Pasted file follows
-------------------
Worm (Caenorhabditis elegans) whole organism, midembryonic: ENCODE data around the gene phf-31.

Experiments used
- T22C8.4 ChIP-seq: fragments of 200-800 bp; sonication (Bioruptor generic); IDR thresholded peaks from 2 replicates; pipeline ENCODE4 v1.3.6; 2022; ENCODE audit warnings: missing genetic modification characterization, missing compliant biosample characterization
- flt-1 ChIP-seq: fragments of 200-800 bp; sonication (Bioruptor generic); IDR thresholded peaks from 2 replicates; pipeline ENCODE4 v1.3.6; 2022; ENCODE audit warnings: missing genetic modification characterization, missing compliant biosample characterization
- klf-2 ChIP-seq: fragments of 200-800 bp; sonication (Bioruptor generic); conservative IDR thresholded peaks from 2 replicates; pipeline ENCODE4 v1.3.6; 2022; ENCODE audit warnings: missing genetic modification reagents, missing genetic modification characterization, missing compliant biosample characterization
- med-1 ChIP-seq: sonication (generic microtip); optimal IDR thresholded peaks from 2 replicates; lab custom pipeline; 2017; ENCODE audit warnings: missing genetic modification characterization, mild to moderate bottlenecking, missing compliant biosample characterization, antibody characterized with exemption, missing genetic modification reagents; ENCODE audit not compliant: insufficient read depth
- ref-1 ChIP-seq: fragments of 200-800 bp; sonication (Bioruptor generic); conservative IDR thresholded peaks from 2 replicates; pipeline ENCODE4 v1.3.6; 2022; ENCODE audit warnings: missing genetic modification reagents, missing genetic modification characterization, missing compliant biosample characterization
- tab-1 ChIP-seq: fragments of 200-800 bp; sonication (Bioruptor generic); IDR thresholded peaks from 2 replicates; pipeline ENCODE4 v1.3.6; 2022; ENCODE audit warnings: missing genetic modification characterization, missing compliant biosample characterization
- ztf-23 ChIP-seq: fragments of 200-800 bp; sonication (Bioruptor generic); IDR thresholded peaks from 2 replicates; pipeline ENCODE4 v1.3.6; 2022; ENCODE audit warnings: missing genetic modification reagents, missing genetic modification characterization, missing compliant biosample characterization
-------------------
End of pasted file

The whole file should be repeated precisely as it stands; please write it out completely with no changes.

Worm (Caenorhabditis elegans) whole organism, midembryonic: ENCODE data around the gene phf-31.

Experiments used
- T22C8.4 ChIP-seq: fragments of 200-800 bp; sonication (Bioruptor generic); IDR thresholded peaks from 2 replicates; pipeline ENCODE4 v1.3.6; 2022; ENCODE audit warnings: missing genetic modification characterization, missing compliant biosample characterization
- flt-1 ChIP-seq: fragments of 200-800 bp; sonication (Bioruptor generic); IDR thresholded peaks from 2 replicates; pipeline ENCODE4 v1.3.6; 2022; ENCODE audit warnings: missing genetic modification characterization, missing compliant biosample characterization
- klf-2 ChIP-seq: fragments of 200-800 bp; sonication (Bioruptor generic); conservative IDR thresholded peaks from 2 replicates; pipeline ENCODE4 v1.3.6; 2022; ENCODE audit warnings: missing genetic modification reagents, missing genetic modification characterization, missing compliant biosample characterization
- med-1 ChIP-seq: sonication (generic microtip); optimal IDR thresholded peaks from 2 replicates; lab custom pipeline; 2017; ENCODE audit warnings: missing genetic modification characterization, mild to moderate bottlenecking, missing compliant biosample characterization, antibody characterized with exemption, missing genetic modification reagents; ENCODE audit not compliant: insufficient read depth
- ref-1 ChIP-seq: fragments of 200-800 bp; sonication (Bioruptor generic); conservative IDR thresholded peaks from 2 replicates; pipeline ENCODE4 v1.3.6; 2022; ENCODE audit warnings: missing genetic modification reagents, missing genetic modification characterization, missing compliant biosample characterization
- tab-1 ChIP-seq: fragments of 200-800 bp; sonication (Bioruptor generic); IDR thresholded peaks from 2 replicates; pipeline ENCODE4 v1.3.6; 2022; ENCODE audit warnings: missing genetic modification characterization, missing compliant biosample characterization
- ztf-23 ChIP-seq: fragments of 200-800 bp; sonication (Bioruptor generic); IDR thresholded peaks from 2 replicates; pipeline ENCODE4 v1.3.6; 2022; ENCODE audit warnings: missing genetic modification reagents, missing genetic modification characterization, missing compliant biosample characterization